Memphis, Egypt

Memphis or Menefer (Arabic: مَنْف Manf  pronounced [mænf]; Bohairic Coptic: ⲙⲉⲙϥⲓ; Greek: Μέμφις) was the ancient capital of Inebu-hedj, the first nome of Lower Egypt that was known as mḥw ("north").[3] Its ruins are located near the modern town of Mit Rahina, 20 km (12 mi) south of Giza in Greater Cairo, Egypt.

Memphis
منف
Coptic: ⲙⲉⲙϥⲓ
Ruins of the pillared hall of Ramesses II
at Mit Rahina
Shown within Egypt
Alternative name


Memphis
(Middle Egyptian)
ⲙⲟⲩⲛ ⲛⲟϥⲣⲓ
(Coptic transliteration)
Enduring and beautiful (mn nfr)
Egyptian hieroglyphs

Memphis
(Old Egyptian)
Everlasting places (Djd swt)
Egyptian hieroglyphs




Memphis
(Late Egyptian)
ϩⲱ ⲭⲟ ⲡⲑⲁϩ
(Coptic transliteration)
House of the soul ("ka") of Ptah (hwt-ka-ptah)
Egyptian hieroglyphs

Place where the two lands live (anekh-tauy)
Egyptian hieroglyphs
LocationMit Rahina, Giza Governorate, Egypt
RegionLower Egypt
Coordinates29°50′41″N 31°15′3″E
TypeSettlement
History
BuilderUnknown, was already in existence during Iry-Hor's reign[2]
FoundedEarlier than 31st century BC
Abandoned7th century AD
PeriodsEarly Dynastic Period to Early Middle Ages
Official nameMemphis and its Necropolis – the Pyramid Fields from Giza to Dahshur
TypeCultural
Criteriai, iii, vi
Designated1979 (3rd session)
Reference no.86
RegionArab States

According to legends related in the early third century BC by Manetho, a priest and historian who lived in the Ptolemaic Kingdom during the Hellenistic period of ancient Egypt, the city was founded by King Menes. It was the capital of ancient Egypt (Kemet or Kumat) during the Old Kingdom and remained an important city throughout ancient Egyptian history.[4][5][6] It occupied a strategic position at the mouth of the Nile Delta, and was home to bustling activity. Its principal port, Peru-nefer, featured a high density of workshops, factories, and warehouses that distributed food and merchandise throughout the ancient kingdom. During its golden age, Memphis thrived as a regional centre for commerce, trade, and religion.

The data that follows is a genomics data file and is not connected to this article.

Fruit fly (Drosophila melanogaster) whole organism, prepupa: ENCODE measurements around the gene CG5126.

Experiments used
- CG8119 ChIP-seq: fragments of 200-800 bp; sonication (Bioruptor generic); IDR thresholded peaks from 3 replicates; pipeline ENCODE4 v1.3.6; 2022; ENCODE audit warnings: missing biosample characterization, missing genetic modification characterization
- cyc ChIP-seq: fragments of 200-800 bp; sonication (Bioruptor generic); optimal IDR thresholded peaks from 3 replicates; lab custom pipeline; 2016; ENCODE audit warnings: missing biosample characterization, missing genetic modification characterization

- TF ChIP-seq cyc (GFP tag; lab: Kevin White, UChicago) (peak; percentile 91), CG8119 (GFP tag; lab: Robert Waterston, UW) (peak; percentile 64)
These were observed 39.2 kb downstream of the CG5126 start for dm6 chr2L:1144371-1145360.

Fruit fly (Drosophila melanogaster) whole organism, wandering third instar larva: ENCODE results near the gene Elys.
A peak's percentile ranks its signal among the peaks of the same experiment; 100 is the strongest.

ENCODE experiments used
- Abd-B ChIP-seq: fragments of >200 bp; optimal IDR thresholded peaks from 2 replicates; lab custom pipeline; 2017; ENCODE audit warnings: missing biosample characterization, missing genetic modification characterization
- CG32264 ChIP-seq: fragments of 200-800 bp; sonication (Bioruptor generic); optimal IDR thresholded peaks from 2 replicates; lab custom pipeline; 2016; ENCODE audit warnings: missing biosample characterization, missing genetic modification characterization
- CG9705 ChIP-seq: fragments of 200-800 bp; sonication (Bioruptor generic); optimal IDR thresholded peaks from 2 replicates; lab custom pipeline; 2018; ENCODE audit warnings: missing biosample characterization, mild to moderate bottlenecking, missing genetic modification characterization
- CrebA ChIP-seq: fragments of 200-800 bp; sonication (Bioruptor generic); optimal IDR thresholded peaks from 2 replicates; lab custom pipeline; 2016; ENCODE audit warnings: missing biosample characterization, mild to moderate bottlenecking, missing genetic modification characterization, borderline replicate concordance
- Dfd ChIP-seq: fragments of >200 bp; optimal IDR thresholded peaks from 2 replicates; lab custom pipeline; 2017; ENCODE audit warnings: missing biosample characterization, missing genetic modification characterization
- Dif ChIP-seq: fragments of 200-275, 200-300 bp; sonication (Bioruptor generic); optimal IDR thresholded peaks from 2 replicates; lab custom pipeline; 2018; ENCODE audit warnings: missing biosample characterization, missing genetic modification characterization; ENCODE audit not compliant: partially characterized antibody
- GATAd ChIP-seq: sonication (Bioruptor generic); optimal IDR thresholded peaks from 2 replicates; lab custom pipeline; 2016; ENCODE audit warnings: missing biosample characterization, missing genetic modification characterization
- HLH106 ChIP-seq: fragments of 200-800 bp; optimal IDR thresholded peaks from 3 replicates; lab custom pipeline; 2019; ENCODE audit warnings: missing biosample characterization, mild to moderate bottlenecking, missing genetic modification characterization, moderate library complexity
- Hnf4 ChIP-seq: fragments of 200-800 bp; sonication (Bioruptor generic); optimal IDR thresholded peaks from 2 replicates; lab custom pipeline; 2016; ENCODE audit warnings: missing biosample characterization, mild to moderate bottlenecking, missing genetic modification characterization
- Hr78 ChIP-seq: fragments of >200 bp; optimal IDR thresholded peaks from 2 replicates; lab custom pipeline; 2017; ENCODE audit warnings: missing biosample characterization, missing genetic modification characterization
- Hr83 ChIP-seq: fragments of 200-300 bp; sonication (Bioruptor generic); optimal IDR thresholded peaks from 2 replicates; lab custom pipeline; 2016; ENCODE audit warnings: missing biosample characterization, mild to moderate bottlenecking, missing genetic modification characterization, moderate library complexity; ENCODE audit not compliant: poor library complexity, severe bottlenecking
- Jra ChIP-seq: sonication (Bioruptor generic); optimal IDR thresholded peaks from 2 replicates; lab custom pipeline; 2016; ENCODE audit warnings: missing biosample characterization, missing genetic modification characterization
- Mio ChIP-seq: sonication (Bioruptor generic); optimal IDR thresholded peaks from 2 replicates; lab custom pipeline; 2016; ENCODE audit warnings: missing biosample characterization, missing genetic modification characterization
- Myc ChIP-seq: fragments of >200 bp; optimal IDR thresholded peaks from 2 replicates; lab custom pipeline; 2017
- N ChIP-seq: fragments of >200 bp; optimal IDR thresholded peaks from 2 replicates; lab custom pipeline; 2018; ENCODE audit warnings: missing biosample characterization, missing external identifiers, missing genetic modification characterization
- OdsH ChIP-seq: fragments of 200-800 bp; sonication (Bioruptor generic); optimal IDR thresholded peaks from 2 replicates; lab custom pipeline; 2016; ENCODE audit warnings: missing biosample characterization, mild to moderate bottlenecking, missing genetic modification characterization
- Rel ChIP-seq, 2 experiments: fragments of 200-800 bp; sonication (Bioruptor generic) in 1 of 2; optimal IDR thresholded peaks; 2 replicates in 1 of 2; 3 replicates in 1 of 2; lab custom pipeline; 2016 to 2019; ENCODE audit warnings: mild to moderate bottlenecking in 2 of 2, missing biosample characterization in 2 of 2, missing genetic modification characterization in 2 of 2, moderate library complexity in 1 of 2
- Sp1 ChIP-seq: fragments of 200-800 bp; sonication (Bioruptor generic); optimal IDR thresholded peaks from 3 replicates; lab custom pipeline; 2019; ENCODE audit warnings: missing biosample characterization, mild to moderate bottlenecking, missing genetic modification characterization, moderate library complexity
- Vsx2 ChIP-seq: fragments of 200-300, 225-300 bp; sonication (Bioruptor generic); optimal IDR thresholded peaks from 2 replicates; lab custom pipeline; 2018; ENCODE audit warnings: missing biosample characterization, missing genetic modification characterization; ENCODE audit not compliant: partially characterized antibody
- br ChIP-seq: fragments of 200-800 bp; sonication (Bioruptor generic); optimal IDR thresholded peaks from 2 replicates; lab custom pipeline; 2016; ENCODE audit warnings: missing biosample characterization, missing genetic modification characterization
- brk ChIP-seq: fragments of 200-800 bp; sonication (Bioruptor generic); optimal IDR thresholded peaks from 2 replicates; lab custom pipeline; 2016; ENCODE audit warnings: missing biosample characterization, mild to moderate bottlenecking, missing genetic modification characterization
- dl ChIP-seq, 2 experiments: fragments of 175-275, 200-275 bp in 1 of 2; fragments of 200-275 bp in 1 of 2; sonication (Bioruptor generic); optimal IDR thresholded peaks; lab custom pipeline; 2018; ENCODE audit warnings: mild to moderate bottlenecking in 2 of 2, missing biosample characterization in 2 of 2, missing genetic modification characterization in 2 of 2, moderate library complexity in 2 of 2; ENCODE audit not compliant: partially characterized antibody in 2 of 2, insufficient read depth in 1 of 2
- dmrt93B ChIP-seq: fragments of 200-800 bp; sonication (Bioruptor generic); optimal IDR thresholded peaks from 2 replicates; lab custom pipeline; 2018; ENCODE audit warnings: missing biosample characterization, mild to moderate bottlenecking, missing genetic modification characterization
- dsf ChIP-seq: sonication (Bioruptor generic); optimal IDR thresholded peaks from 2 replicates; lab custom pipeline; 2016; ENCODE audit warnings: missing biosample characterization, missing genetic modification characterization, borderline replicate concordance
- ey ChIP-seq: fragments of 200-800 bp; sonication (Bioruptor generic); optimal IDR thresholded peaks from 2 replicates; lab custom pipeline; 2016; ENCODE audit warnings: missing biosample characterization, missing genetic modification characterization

Memphis was believed to be under the protection of the god Ptah, the patron of craftsmen. Its great temple, Hut-ka-Ptah (meaning "Enclosure of the ka of Ptah"), was one of the most prominent structures in the city. The name of this temple, rendered in Greek as Aἴγυπτoς (Ai-gy-ptos) by Manetho, is believed to be the etymological origin of the modern English name Egypt.

The history of Memphis is closely linked to that of the country itself. Its eventual downfall is believed to have been due to the loss of its economic significance in late antiquity, following the rise of coastal Alexandria. Its religious significance was diminished after the abandonment of the ancient religion following the Edict of Thessalonica (380 AD), which made Nicene Christianity the sole religion of the Roman empire.

Today, the ruins of the former capital offer fragmented evidence of its past. Along with the pyramid complex at Giza, they have been preserved as a World Heritage Site since 1979.[7] The site is open to the public as an open-air museum.